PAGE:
STAMBERG: Many of these famous doors first open for Rosamond Bernier through her father, a prominent lawyer who loved art and music, and sat on the board of the Philadelphia Orchestra. So: Sarah Lawrence for College, Mexico City for vacation, Paris for Vogue, all those brilliant creative people who agreed to let her write profiles.
Tell what you were like then. In the late '40s, who were you? And how did you present yourself in the world?
BERNIER: The main thing is that I was interested in them. I was receptive. I knew something about them, obviously. I knew about their work. I knew about their music. I think it was just showing an intelligent interest in them and their work.
STAMBERG: But you were young. You were lovely. You were charming.
BERNIER: Well, I have no idea if I was charming. I was earnest.
STAMBERG: And still, at 95, modest and unpretentious - perfect manners, too.
And what was Paris like in 1947?
BERNIER: Heating was very uncertain. The telephone had a sort of freakish life of its own. And getting around, of course, The Metro was working, but there was very little street traffic. And it was still terribly cold, terribly cold.
STAMBERG: So cold that the Vogue staff put up at the Hotel Crayon, not just because it was a grand hotel, but also because it was the only place in town that had reliable heat - which means it was chilly when she went to meet Picasso, with an introduction from a prominent Swiss publisher who also offered this advice.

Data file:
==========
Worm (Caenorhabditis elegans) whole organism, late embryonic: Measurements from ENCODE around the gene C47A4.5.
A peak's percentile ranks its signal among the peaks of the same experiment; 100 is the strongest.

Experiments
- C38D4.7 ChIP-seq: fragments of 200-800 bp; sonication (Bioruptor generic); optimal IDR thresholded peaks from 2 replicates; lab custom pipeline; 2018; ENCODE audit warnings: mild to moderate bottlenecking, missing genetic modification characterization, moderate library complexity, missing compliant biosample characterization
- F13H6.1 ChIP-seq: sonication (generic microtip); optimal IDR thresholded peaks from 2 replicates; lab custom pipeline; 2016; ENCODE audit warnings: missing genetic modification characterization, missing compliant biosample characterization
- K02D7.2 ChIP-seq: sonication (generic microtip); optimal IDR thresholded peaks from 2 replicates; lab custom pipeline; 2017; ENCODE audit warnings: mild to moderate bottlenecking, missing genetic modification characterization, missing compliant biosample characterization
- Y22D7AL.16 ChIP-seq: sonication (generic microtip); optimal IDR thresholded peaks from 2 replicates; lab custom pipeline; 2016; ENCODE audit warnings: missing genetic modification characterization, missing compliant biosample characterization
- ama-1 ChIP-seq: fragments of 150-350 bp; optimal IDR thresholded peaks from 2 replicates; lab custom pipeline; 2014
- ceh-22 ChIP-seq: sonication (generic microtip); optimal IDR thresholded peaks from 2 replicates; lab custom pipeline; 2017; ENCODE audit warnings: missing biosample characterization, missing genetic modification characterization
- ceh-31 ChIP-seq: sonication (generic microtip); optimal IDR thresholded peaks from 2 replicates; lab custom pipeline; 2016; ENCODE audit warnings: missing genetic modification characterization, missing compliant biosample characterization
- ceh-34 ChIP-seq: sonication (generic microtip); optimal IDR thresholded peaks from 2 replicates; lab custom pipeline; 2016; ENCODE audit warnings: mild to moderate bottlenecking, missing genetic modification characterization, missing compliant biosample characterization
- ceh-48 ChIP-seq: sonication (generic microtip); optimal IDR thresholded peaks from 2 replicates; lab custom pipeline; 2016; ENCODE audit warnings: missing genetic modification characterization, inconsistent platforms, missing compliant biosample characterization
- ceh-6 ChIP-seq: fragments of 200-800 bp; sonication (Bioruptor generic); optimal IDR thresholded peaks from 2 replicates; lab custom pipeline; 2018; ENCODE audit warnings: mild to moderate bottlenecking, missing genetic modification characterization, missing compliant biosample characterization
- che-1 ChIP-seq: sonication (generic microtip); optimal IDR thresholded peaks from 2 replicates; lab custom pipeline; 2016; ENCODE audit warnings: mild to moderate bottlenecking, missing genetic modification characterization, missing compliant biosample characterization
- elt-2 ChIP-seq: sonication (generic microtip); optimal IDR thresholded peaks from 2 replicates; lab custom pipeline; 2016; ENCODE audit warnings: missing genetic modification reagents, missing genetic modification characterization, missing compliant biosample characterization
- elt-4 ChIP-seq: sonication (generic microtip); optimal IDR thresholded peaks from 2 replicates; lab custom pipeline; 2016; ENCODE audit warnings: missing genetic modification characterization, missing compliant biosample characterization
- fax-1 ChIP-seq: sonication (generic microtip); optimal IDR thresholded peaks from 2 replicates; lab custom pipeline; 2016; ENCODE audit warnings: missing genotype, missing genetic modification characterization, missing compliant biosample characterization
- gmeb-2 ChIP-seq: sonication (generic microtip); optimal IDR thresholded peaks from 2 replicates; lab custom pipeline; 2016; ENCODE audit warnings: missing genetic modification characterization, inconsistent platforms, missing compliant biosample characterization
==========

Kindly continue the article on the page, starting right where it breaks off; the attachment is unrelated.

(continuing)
BERNIER: He said don't ask any questions and don't wear a hat.
STAMBERG: So, hatless - and as inconspicuous as possible - Bernier nevertheless caught Picasso's attention because she spoke Spanish. He ended up inviting her to Provence to see what he was painting.
She met Matisse through her good friend and his son, Pierre. She gets a bit racy describing the great painter.
BERNIER: One of the few times I saw Matisse not in bed, was the first time I saw him.
STAMBERG: Most of the time, Matisse was not well and eventually became bedridden. But always, the artist was well groomed.
BERNIER: He was a great, distinguished old gentleman, always carefully arranged. The beard neatly trimmed, scanty hair neatly combed, very formal. And I was young at time, but he addressed me always as Madame.
STAMBERG: Once on a visit, Matisse asked: What have you done for color today. Then the legendary colorist suggested she wear a yellow scarf with her orange coat. They met several times over the years. Bernier told him she had seen a documentary film about him, the camera coming in close as he drew.
BERNIER: He looks very troubled. And he said, when I saw it, I saw that my hand did a little movement before I started to draw. He said, you mustn't think I was hesitating. He said (French language spoken), I have not yet begun to see.
STAMBERG: With her eye for greatness, her nose for the new, and her lively interest Rosamond Bernier is a woman full of charms. She's led a charmed life and a charming life, and is herself a charm, replete with twinkling stories and eyes that shine as she tells them.
Her memoir is called "Some of My Lives."
I'm Susan Stamberg, NPR News.
INSKEEP: Photos of the author and some of her friends and acquaintances are at NPR.org.
It's MORNING EDITION from NPR News. I'm Steve Inskeep.
RENEE MONTAGNE, HOST:
And I'm Renee Montagne. Transcript provided by NPR, Copyright NPR.